The Subsidy to Infrastructure as an Asset Class
We investigate the characteristics of infrastructure as an asset class from an investment perspective of a limited partner. While non U.S. institutional investors gain exposure to infrastructure assets through a mix of direct investments and private fund vehicles, U.S. investors predominantly invest in infrastructure through private funds. We find that the stream of cash flows delivered by private infrastructure funds to institutional investors is very similar to that delivered by other types of private equity, as reflected by the frequency and amounts of net cash flows. U.S. public pension funds perform worse than other institutional investors in their infrastructure fund investments, although they are exposed to underlying deals with very similar project stage, concession terms, ownership structure, industry, and geographical location. By selecting funds that invest in projects with poor financial performance, U.S. public pension funds have created an implicit subsidy to infrastructure as an asset class, which we estimate within the range of $730 million to $3.16 billion per year depending on the benchmark.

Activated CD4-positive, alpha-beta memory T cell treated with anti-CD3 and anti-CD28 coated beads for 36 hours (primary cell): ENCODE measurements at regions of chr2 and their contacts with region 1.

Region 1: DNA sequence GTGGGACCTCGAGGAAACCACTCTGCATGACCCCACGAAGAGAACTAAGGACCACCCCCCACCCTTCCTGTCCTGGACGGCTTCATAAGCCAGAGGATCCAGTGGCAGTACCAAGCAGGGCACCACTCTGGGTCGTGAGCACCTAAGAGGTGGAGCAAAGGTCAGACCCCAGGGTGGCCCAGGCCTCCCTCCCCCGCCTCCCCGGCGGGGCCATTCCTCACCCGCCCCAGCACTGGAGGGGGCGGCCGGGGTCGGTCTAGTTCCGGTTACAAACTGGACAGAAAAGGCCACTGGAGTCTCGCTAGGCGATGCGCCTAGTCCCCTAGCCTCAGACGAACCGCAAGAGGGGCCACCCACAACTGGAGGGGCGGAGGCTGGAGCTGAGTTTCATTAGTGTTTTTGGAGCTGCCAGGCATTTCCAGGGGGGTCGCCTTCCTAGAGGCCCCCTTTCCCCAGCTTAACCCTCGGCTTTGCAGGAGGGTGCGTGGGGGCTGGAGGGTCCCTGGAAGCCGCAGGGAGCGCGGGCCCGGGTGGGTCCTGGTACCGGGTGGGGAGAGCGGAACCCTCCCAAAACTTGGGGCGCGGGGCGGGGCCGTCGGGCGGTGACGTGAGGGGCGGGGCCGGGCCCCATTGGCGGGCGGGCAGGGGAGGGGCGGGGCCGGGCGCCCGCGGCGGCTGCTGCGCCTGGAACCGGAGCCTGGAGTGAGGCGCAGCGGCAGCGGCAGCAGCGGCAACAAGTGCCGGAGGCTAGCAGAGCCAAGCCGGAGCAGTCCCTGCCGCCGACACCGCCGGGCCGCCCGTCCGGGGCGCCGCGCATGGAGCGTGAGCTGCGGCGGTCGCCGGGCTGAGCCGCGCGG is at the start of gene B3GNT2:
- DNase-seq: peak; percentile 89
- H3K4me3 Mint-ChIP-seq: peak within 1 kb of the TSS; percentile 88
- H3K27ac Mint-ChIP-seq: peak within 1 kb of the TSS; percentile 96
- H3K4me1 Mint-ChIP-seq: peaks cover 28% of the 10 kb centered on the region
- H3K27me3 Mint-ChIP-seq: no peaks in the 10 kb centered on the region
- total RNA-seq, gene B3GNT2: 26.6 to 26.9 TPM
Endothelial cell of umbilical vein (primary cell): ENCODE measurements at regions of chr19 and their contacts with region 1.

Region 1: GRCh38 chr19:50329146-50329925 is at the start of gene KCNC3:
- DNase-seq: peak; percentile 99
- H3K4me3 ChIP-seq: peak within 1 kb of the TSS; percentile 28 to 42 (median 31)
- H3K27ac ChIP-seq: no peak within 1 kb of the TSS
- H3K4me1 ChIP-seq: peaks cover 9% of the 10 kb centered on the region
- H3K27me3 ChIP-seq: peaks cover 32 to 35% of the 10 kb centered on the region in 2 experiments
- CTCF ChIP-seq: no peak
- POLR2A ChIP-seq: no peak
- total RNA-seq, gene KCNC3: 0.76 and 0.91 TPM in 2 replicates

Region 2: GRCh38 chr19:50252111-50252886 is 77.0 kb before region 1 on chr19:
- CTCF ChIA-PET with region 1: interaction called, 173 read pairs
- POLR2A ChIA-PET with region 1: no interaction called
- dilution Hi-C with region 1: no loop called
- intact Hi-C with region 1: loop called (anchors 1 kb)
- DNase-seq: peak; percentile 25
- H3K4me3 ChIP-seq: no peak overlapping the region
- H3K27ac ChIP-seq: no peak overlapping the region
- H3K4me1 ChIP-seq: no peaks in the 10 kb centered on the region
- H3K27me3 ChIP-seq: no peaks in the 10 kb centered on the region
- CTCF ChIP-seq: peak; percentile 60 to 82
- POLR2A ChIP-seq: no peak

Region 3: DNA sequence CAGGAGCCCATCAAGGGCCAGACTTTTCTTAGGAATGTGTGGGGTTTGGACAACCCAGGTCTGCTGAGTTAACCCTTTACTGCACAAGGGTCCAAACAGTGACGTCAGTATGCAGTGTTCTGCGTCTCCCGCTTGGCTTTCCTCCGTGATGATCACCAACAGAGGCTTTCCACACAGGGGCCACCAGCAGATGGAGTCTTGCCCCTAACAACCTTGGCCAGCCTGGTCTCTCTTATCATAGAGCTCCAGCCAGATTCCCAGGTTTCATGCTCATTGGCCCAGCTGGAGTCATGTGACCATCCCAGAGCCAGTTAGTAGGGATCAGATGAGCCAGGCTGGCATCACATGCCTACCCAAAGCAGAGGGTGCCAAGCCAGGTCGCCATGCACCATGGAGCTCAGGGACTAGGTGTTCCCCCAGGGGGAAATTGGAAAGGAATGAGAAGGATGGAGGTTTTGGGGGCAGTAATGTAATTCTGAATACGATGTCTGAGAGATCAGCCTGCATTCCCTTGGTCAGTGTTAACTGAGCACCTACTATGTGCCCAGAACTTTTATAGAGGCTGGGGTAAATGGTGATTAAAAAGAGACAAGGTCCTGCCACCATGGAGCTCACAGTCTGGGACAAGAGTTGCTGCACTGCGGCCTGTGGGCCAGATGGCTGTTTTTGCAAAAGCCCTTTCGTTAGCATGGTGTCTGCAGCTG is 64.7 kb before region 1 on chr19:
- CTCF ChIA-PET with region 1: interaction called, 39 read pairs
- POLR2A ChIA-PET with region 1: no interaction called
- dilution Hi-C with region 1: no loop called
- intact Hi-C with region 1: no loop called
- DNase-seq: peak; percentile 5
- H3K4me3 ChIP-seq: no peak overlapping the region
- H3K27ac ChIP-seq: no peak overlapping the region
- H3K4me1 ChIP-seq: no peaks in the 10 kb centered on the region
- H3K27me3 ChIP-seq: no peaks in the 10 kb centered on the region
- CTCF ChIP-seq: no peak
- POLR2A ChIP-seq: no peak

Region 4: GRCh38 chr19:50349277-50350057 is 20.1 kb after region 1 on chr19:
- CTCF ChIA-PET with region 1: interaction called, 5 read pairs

We are grateful to seminar, workshop and conference participants at the NBER Economics of Infrastructure Meeting and at the SACRS Program for Public Investment Management for helpful comments and suggestions.
I have periodically received speaking fees, consulting fees, or honoraria. During the last five years, I have received these types of fees from each of the following organizations: the American Finance Association, the Brattle Group, the Brookings Institution, Commonfund, Cornerstone Research, George Mason University, the Hoover Institution, the Kauffman Fellows Program, Makena Capital Management, NC State University, Netspar, NBER, Stanford University, SIEPR, University of California Irvine, University of California Berkeley, University of Florida, University of Pennsylvania IUR, University of Oregon, and Loyola Marymount University. In 2013, I received a research grant from the Social Security Administration, through grant #5RRC08098400-05-00 to the National Bureau of Economic Research as part of the SSA Retirement Research Consortium. In 2017, I received a grant from the Smith Richardson Foundation administered through NBER to support conferences on business taxation. In 2017, I received a grant from the Laura and John Arnold Foundation administered through SIEPR to support a research project on personal income taxation.